am 9. Dezember 1998
This is a treatise on management techniques, not process improvement. The first two chapters detail the decision of which projects to speed up, implying that a manager can only speed up a project by overstaffing it and clearing its path of the usual bureaucracy. Therefore, there is no permanent process gain to be had. But it is a great guide for decision makers looking to cut some time off any (or every) project. The fundamental tenets are these:
1) Make the decision to develop a new product idea quickly.
2) Staff all functions to the project immediately and keep them on throughout (no ramp-up, no handoffs)
3) Specify it simply and quickly and do not change the spec (3 days, 3 pages).
4) Spend a little time on the product architecture, designing for modularity and quick development.
5) User overlapping development techniques (work on multiple modules simultaneously)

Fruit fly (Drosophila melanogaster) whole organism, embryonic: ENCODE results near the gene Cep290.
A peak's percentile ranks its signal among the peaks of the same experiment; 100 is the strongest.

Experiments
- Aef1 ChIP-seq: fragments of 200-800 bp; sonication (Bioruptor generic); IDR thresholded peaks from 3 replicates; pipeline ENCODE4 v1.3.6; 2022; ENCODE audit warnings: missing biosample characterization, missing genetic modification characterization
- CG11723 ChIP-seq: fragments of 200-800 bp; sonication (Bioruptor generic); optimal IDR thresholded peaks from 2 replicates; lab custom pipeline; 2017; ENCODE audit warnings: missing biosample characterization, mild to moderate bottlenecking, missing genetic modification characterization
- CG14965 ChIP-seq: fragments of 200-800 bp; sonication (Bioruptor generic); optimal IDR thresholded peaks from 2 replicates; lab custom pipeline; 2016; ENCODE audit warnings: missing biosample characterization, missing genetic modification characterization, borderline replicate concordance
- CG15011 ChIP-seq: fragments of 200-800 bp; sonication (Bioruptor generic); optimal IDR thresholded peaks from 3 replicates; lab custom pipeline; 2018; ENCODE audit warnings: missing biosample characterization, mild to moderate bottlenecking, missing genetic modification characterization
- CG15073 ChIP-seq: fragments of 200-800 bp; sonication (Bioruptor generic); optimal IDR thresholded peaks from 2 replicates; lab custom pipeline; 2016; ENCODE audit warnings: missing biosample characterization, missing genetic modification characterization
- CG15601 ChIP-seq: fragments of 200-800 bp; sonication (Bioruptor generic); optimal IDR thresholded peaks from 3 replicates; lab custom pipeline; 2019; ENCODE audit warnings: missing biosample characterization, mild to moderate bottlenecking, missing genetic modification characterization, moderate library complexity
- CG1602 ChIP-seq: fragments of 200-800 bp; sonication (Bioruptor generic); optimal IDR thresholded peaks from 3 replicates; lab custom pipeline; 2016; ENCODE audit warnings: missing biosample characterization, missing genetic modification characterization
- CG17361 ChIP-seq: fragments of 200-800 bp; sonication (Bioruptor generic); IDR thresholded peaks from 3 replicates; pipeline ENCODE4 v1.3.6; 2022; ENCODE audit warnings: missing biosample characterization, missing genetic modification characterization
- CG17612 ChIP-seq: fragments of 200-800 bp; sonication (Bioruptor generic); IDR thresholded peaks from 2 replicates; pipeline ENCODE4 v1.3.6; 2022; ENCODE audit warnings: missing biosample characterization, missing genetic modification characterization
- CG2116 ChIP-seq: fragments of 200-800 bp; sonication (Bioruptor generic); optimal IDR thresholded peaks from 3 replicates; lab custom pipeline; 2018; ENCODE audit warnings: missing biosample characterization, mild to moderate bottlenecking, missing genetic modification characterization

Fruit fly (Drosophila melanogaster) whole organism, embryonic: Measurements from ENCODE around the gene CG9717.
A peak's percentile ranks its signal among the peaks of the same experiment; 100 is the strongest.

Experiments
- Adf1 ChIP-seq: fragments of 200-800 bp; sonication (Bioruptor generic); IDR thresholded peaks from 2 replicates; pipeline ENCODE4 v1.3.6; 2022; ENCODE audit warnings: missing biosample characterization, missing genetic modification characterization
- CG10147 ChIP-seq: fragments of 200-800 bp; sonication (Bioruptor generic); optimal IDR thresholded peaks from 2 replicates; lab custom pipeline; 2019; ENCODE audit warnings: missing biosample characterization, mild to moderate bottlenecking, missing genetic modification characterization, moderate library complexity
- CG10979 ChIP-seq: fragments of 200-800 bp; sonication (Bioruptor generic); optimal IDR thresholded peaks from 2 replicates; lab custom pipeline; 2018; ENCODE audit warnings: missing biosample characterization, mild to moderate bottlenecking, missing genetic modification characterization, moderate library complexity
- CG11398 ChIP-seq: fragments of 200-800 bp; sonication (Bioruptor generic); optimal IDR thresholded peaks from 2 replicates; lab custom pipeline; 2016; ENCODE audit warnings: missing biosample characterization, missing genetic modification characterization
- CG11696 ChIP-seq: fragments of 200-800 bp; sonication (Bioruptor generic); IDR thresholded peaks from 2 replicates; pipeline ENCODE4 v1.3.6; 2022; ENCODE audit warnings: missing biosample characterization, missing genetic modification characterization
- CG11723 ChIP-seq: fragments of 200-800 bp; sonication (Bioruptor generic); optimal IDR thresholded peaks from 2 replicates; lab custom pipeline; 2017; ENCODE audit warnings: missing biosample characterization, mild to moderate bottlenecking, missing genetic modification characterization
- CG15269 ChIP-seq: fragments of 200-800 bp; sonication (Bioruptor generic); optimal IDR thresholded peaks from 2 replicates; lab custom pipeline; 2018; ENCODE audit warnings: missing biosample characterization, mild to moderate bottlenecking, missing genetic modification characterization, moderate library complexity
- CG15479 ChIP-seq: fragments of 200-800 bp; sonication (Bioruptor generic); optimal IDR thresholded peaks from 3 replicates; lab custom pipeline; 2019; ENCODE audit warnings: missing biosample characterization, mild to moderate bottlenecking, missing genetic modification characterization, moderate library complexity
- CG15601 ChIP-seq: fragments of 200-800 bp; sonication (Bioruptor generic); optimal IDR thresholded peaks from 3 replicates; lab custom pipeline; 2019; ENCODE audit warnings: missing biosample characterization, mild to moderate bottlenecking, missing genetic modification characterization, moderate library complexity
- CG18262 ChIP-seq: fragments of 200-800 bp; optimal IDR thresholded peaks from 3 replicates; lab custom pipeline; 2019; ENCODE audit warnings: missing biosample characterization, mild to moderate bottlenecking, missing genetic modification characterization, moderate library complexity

6) Make a successful transition to manufacturing to complete the project.
You can halve the development time of most projects just by changing the way you manage your projects, without doing a lot of overtime or increasing the cost of development. Many of the answers are in this book. Again, this is a must read book for all development managers.
am 6. Januar 2000
Over 14 years of software experience confirmed alot of what this book offered. It's well written, chalked full of great facts and gives you a perspective on the possibilities for software development. Let's face-it, software development has almost zero manufacturing issues. So, if your looking for the real reason to implement processes and methodolgies into your development processes, this book will take you there.